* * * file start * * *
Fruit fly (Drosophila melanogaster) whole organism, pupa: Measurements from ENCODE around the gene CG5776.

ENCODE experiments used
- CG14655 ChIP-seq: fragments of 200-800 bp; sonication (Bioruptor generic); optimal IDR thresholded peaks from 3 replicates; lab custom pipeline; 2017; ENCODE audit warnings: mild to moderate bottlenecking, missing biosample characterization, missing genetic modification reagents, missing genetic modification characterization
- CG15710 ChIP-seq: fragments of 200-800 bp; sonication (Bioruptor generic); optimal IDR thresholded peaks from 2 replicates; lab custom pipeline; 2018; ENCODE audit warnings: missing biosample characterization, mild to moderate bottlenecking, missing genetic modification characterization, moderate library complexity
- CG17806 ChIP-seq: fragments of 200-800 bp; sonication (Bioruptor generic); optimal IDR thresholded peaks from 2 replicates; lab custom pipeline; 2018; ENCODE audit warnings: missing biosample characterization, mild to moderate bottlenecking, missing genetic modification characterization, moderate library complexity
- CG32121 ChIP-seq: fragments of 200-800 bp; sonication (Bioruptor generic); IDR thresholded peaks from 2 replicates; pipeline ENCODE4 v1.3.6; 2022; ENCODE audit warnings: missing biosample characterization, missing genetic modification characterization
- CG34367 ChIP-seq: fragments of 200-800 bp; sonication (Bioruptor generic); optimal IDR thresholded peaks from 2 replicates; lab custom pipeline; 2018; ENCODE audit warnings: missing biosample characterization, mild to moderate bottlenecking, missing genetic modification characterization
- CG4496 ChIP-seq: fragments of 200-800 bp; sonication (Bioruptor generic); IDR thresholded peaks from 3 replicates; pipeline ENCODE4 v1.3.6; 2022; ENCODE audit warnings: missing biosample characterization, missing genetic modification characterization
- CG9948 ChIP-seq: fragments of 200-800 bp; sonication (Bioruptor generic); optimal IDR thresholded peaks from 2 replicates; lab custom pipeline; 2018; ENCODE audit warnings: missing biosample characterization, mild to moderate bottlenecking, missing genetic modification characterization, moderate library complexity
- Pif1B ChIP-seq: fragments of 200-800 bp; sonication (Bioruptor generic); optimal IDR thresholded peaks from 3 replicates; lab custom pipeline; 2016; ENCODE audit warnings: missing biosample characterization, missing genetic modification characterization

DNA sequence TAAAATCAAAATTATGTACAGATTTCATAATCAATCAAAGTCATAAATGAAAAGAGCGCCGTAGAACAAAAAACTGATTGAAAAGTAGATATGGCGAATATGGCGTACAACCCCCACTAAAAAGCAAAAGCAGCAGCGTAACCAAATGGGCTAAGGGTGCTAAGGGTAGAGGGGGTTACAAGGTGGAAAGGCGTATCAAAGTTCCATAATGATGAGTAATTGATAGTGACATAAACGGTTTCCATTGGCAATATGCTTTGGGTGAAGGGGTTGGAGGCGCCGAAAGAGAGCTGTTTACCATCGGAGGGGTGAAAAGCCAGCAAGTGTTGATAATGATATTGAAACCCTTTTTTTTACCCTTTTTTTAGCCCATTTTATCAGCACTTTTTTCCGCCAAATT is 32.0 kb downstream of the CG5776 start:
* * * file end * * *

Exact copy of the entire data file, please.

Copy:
Fruit fly (Drosophila melanogaster) whole organism, pupa: Measurements from ENCODE around the gene CG5776.

ENCODE experiments used
- CG14655 ChIP-seq: fragments of 200-800 bp; sonication (Bioruptor generic); optimal IDR thresholded peaks from 3 replicates; lab custom pipeline; 2017; ENCODE audit warnings: mild to moderate bottlenecking, missing biosample characterization, missing genetic modification reagents, missing genetic modification characterization
- CG15710 ChIP-seq: fragments of 200-800 bp; sonication (Bioruptor generic); optimal IDR thresholded peaks from 2 replicates; lab custom pipeline; 2018; ENCODE audit warnings: missing biosample characterization, mild to moderate bottlenecking, missing genetic modification characterization, moderate library complexity
- CG17806 ChIP-seq: fragments of 200-800 bp; sonication (Bioruptor generic); optimal IDR thresholded peaks from 2 replicates; lab custom pipeline; 2018; ENCODE audit warnings: missing biosample characterization, mild to moderate bottlenecking, missing genetic modification characterization, moderate library complexity
- CG32121 ChIP-seq: fragments of 200-800 bp; sonication (Bioruptor generic); IDR thresholded peaks from 2 replicates; pipeline ENCODE4 v1.3.6; 2022; ENCODE audit warnings: missing biosample characterization, missing genetic modification characterization
- CG34367 ChIP-seq: fragments of 200-800 bp; sonication (Bioruptor generic); optimal IDR thresholded peaks from 2 replicates; lab custom pipeline; 2018; ENCODE audit warnings: missing biosample characterization, mild to moderate bottlenecking, missing genetic modification characterization
- CG4496 ChIP-seq: fragments of 200-800 bp; sonication (Bioruptor generic); IDR thresholded peaks from 3 replicates; pipeline ENCODE4 v1.3.6; 2022; ENCODE audit warnings: missing biosample characterization, missing genetic modification characterization
- CG9948 ChIP-seq: fragments of 200-800 bp; sonication (Bioruptor generic); optimal IDR thresholded peaks from 2 replicates; lab custom pipeline; 2018; ENCODE audit warnings: missing biosample characterization, mild to moderate bottlenecking, missing genetic modification characterization, moderate library complexity
- Pif1B ChIP-seq: fragments of 200-800 bp; sonication (Bioruptor generic); optimal IDR thresholded peaks from 3 replicates; lab custom pipeline; 2016; ENCODE audit warnings: missing biosample characterization, missing genetic modification characterization

DNA sequence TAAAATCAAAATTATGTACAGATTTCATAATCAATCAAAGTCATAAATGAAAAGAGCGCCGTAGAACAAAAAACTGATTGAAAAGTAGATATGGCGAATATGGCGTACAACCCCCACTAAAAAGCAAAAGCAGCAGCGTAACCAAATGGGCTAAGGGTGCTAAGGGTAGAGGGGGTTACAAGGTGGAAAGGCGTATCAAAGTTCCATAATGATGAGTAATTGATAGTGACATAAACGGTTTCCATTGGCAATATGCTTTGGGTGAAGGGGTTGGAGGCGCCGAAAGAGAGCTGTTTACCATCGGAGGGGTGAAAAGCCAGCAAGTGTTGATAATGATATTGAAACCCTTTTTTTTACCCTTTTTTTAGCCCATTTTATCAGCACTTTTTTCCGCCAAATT is 32.0 kb downstream of the CG5776 start: